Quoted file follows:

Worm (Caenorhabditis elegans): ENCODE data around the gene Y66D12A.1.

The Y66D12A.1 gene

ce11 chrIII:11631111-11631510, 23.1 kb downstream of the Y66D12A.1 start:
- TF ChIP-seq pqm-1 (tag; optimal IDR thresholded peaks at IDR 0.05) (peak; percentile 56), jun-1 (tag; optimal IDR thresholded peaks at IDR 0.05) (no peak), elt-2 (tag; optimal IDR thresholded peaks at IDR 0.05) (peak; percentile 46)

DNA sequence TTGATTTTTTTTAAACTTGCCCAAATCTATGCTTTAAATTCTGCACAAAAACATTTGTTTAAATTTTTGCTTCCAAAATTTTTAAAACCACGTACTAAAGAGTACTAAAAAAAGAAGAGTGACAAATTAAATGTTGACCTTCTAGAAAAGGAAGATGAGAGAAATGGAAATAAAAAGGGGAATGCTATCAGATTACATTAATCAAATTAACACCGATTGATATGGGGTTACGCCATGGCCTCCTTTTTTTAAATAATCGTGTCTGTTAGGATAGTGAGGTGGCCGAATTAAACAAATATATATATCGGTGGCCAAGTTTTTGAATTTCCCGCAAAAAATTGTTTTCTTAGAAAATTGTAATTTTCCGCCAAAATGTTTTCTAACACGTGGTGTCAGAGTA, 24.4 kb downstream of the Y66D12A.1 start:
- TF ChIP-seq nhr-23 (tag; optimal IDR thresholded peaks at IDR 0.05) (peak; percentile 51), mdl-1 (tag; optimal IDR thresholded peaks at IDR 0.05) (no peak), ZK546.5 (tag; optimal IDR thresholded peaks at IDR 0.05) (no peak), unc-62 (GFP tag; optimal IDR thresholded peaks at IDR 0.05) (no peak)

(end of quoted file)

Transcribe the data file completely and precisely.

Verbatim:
Worm (Caenorhabditis elegans): ENCODE data around the gene Y66D12A.1.

The Y66D12A.1 gene

ce11 chrIII:11631111-11631510, 23.1 kb downstream of the Y66D12A.1 start:
- TF ChIP-seq pqm-1 (tag; optimal IDR thresholded peaks at IDR 0.05) (peak; percentile 56), jun-1 (tag; optimal IDR thresholded peaks at IDR 0.05) (no peak), elt-2 (tag; optimal IDR thresholded peaks at IDR 0.05) (peak; percentile 46)

DNA sequence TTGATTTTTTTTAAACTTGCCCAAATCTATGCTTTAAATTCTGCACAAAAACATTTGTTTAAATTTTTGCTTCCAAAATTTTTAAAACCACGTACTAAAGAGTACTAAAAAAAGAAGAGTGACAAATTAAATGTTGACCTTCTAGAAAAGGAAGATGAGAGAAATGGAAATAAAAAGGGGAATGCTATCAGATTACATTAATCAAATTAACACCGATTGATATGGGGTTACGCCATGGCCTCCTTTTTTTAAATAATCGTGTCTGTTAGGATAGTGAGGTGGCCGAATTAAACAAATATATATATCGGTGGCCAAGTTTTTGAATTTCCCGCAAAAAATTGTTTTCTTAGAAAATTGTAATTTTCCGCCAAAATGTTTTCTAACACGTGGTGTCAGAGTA, 24.4 kb downstream of the Y66D12A.1 start:
- TF ChIP-seq nhr-23 (tag; optimal IDR thresholded peaks at IDR 0.05) (peak; percentile 51), mdl-1 (tag; optimal IDR thresholded peaks at IDR 0.05) (no peak), ZK546.5 (tag; optimal IDR thresholded peaks at IDR 0.05) (no peak), unc-62 (GFP tag; optimal IDR thresholded peaks at IDR 0.05) (no peak)